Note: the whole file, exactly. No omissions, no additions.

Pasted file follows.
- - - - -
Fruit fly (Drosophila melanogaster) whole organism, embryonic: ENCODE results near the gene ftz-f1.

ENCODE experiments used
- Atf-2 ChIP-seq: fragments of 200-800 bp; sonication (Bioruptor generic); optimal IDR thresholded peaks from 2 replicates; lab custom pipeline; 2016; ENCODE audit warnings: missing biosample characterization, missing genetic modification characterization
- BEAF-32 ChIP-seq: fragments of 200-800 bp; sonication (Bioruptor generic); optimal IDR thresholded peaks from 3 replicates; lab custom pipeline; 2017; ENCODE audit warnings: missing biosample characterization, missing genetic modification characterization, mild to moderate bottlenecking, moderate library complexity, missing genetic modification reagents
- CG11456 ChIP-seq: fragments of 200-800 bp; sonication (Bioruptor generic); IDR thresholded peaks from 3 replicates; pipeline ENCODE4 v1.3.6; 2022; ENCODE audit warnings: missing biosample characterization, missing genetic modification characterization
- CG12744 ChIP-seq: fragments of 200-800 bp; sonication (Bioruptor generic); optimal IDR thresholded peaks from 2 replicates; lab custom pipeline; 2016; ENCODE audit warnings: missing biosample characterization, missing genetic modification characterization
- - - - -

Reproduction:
Fruit fly (Drosophila melanogaster) whole organism, embryonic: ENCODE results near the gene ftz-f1.

ENCODE experiments used
- Atf-2 ChIP-seq: fragments of 200-800 bp; sonication (Bioruptor generic); optimal IDR thresholded peaks from 2 replicates; lab custom pipeline; 2016; ENCODE audit warnings: missing biosample characterization, missing genetic modification characterization
- BEAF-32 ChIP-seq: fragments of 200-800 bp; sonication (Bioruptor generic); optimal IDR thresholded peaks from 3 replicates; lab custom pipeline; 2017; ENCODE audit warnings: missing biosample characterization, missing genetic modification characterization, mild to moderate bottlenecking, moderate library complexity, missing genetic modification reagents
- CG11456 ChIP-seq: fragments of 200-800 bp; sonication (Bioruptor generic); IDR thresholded peaks from 3 replicates; pipeline ENCODE4 v1.3.6; 2022; ENCODE audit warnings: missing biosample characterization, missing genetic modification characterization
- CG12744 ChIP-seq: fragments of 200-800 bp; sonication (Bioruptor generic); optimal IDR thresholded peaks from 2 replicates; lab custom pipeline; 2016; ENCODE audit warnings: missing biosample characterization, missing genetic modification characterization